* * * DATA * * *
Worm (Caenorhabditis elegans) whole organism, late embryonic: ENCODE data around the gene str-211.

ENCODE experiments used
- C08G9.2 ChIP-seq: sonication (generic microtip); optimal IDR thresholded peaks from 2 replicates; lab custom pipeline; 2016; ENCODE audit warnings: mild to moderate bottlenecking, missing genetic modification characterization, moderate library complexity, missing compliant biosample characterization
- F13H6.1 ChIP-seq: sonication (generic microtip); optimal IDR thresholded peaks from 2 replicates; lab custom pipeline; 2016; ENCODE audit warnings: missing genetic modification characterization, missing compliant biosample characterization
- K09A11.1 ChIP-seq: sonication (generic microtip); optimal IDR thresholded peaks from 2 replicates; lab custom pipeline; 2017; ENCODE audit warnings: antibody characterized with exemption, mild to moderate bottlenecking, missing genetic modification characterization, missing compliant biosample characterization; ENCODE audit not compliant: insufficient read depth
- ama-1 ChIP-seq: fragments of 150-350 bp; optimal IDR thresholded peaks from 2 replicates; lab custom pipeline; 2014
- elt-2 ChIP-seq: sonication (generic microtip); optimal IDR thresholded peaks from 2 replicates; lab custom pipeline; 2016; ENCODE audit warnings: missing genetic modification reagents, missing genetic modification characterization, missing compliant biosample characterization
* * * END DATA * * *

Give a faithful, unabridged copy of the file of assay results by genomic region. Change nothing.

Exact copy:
Worm (Caenorhabditis elegans) whole organism, late embryonic: ENCODE data around the gene str-211.

ENCODE experiments used
- C08G9.2 ChIP-seq: sonication (generic microtip); optimal IDR thresholded peaks from 2 replicates; lab custom pipeline; 2016; ENCODE audit warnings: mild to moderate bottlenecking, missing genetic modification characterization, moderate library complexity, missing compliant biosample characterization
- F13H6.1 ChIP-seq: sonication (generic microtip); optimal IDR thresholded peaks from 2 replicates; lab custom pipeline; 2016; ENCODE audit warnings: missing genetic modification characterization, missing compliant biosample characterization
- K09A11.1 ChIP-seq: sonication (generic microtip); optimal IDR thresholded peaks from 2 replicates; lab custom pipeline; 2017; ENCODE audit warnings: antibody characterized with exemption, mild to moderate bottlenecking, missing genetic modification characterization, missing compliant biosample characterization; ENCODE audit not compliant: insufficient read depth
- ama-1 ChIP-seq: fragments of 150-350 bp; optimal IDR thresholded peaks from 2 replicates; lab custom pipeline; 2014
- elt-2 ChIP-seq: sonication (generic microtip); optimal IDR thresholded peaks from 2 replicates; lab custom pipeline; 2016; ENCODE audit warnings: missing genetic modification reagents, missing genetic modification characterization, missing compliant biosample characterization